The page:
Forty-three percent of Spain’s online gamblers and poker players play on illegal sites, and many care little about their country’s regulatory efforts. Those are the findings of Â a new research study conducted by the country’s CODERE Foundation and the Institute of Policy and Governance of the Charles III University in Madrid, entitled “Social Perception on Gambling in Spain in 2014.”
It’s bad news for the Spanish regulatory authority (DGOJ) and largely explains the poor state of the Spanish online poker market. The country chose to regulate online gambling for the first time in 2011. Online poker was ring-fenced, isolating the Spanish player pool in the new .es poker rooms from the rest of Europe, in imitation of the French regulatory framework which had been established a year earlier.
Regulators believed that localized marketing campaigns and the ease of domestic payment transfers would encourage new recreational players, but it seems the opposite has been true. Both Spain and France taxed their operators at a very high rate, and sites, in turn, increased rake or curtailed promotions, making it difficult to compete with the lucrative and tax-free illegal market.
Furthermore, an isolated player pool meant fewer ring-games and tournaments with smaller prize pools. A similar study in France earlier this year found that 47 percent of professional online poker players in France admitted that they had accounts at illegal offshore online poker sites because they offered better games.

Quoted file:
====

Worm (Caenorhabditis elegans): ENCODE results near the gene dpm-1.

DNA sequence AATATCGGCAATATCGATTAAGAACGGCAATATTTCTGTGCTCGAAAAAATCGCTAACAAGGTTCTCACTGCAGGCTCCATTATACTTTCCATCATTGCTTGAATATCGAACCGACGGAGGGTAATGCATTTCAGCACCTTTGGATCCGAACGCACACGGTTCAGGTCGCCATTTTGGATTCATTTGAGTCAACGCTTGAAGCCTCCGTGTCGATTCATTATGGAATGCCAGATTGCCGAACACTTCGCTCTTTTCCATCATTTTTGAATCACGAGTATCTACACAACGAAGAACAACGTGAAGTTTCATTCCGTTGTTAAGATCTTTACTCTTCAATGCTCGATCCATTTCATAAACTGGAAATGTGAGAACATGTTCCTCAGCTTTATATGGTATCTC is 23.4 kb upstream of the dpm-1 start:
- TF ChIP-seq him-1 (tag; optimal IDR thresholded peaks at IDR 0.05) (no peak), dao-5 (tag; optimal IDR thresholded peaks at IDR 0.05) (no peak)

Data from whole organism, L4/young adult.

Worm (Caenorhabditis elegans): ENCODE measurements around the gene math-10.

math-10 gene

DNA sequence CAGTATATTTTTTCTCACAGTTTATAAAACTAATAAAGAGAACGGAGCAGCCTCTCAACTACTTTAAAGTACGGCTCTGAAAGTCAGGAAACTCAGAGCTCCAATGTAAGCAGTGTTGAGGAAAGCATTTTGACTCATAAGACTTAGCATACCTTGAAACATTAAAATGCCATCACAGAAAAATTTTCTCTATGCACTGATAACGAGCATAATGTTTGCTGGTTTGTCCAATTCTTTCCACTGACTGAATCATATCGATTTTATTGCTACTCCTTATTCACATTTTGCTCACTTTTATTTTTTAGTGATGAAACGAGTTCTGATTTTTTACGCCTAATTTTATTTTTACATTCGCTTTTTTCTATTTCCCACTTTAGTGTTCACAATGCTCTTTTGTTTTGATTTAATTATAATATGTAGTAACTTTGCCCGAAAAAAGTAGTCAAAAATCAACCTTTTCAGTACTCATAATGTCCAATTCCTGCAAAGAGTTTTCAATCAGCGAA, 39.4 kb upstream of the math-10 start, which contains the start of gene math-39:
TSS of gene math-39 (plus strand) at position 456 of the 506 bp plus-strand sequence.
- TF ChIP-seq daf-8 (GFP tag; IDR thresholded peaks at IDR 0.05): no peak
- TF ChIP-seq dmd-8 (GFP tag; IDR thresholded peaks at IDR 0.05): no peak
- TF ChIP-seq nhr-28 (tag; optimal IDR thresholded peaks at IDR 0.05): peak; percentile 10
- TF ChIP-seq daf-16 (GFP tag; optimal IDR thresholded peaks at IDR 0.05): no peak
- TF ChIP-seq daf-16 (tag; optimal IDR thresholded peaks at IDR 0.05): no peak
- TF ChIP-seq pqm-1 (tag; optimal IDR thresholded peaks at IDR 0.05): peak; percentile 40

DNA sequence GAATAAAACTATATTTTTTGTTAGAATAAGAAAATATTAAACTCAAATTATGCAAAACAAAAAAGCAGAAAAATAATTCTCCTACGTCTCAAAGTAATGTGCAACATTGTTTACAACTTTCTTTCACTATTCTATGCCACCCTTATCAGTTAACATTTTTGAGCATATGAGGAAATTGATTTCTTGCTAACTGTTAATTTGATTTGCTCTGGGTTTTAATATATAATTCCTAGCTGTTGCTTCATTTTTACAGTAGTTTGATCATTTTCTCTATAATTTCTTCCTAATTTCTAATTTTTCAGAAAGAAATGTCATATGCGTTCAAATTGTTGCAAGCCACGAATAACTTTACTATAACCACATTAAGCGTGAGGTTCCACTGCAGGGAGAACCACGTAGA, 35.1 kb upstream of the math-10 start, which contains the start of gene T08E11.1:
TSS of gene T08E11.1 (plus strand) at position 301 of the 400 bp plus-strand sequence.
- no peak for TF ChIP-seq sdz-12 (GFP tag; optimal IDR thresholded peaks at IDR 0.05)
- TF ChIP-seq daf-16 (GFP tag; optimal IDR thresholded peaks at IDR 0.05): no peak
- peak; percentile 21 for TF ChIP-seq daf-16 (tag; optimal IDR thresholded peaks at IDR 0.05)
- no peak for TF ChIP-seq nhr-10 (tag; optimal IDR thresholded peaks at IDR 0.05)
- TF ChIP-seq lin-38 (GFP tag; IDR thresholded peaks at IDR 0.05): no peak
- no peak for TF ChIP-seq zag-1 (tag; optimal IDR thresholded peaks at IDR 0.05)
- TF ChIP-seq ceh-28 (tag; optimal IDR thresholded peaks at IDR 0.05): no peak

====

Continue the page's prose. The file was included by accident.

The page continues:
“One of the most significant data [sic] of our research is undoubtedly the one about players active on non-regulated sites,” CODERE said. “Forty-three percent of online players admitted doing so on websites that are not regulated by the Directorate General for the Regulation of Gambling (DGOJ), and approximately 12.8 percent declared to never use a dot-es website for their games. Which means that they play exclusively on illegal sites.”
Just as worrying for the DGOJ is that Spanish players seem to care little about whether they play in the regulated market or not. The study found that 27.4 percent of respondents said they had no idea about the real location of their chosen online casinos and poker rooms, while 43.8 percent explained that they believed the companies “may be located in Spain.”
The study also sought to determine how the Spanish financial crisis had affected the market.
“Spain is still home to a very large community of online gamblers,” the report says. “However, the financial crisis led people to play less often than before and to invest the money [less] on [online] games.” Leisure spending on online gambling reduced from 9.4 percent to 7.7 percent between 2012 and 2013, said CODERE.
The number of active online gamblers in Spain also dropped, by 1.1 percent to approximately 1,150,000 from 2012 to 2013, the study found.
“The results of the research indicate that online gaming seems to have reached a degree of maturity,” concluded CODERE.